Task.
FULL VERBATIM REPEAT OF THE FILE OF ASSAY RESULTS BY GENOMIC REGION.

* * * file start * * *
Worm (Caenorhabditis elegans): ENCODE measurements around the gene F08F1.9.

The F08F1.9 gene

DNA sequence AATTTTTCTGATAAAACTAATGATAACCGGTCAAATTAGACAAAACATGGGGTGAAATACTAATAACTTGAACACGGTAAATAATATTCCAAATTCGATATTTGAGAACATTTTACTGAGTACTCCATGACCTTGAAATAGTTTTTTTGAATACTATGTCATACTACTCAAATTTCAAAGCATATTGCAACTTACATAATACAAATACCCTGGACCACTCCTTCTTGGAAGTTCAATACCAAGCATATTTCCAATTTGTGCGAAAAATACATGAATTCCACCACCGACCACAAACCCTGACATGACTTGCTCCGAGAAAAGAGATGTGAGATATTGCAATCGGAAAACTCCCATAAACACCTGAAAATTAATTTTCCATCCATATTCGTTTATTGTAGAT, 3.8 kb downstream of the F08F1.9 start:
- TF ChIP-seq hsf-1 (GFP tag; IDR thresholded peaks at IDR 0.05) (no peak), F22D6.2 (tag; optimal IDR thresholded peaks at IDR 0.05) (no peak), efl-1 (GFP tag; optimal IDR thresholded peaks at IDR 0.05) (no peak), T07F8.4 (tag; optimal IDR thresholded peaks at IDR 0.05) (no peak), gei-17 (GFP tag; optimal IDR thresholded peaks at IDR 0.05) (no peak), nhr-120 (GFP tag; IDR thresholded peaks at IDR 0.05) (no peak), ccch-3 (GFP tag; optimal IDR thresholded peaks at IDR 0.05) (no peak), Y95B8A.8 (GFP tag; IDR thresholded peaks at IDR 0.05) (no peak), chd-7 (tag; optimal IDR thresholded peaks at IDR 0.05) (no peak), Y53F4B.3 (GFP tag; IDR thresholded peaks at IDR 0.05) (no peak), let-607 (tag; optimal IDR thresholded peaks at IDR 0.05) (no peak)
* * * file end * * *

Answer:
Worm (Caenorhabditis elegans): ENCODE measurements around the gene F08F1.9.

The F08F1.9 gene

DNA sequence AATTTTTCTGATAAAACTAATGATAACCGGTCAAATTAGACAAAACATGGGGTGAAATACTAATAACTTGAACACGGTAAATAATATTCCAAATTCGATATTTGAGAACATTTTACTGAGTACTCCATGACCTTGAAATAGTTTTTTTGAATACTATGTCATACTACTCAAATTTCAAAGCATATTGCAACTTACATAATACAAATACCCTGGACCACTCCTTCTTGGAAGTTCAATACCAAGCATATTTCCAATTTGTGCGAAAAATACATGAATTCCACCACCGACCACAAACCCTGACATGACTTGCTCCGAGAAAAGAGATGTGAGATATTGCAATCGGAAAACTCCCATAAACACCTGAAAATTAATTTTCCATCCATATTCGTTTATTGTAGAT, 3.8 kb downstream of the F08F1.9 start:
- TF ChIP-seq hsf-1 (GFP tag; IDR thresholded peaks at IDR 0.05) (no peak), F22D6.2 (tag; optimal IDR thresholded peaks at IDR 0.05) (no peak), efl-1 (GFP tag; optimal IDR thresholded peaks at IDR 0.05) (no peak), T07F8.4 (tag; optimal IDR thresholded peaks at IDR 0.05) (no peak), gei-17 (GFP tag; optimal IDR thresholded peaks at IDR 0.05) (no peak), nhr-120 (GFP tag; IDR thresholded peaks at IDR 0.05) (no peak), ccch-3 (GFP tag; optimal IDR thresholded peaks at IDR 0.05) (no peak), Y95B8A.8 (GFP tag; IDR thresholded peaks at IDR 0.05) (no peak), chd-7 (tag; optimal IDR thresholded peaks at IDR 0.05) (no peak), Y53F4B.3 (GFP tag; IDR thresholded peaks at IDR 0.05) (no peak), let-607 (tag; optimal IDR thresholded peaks at IDR 0.05) (no peak)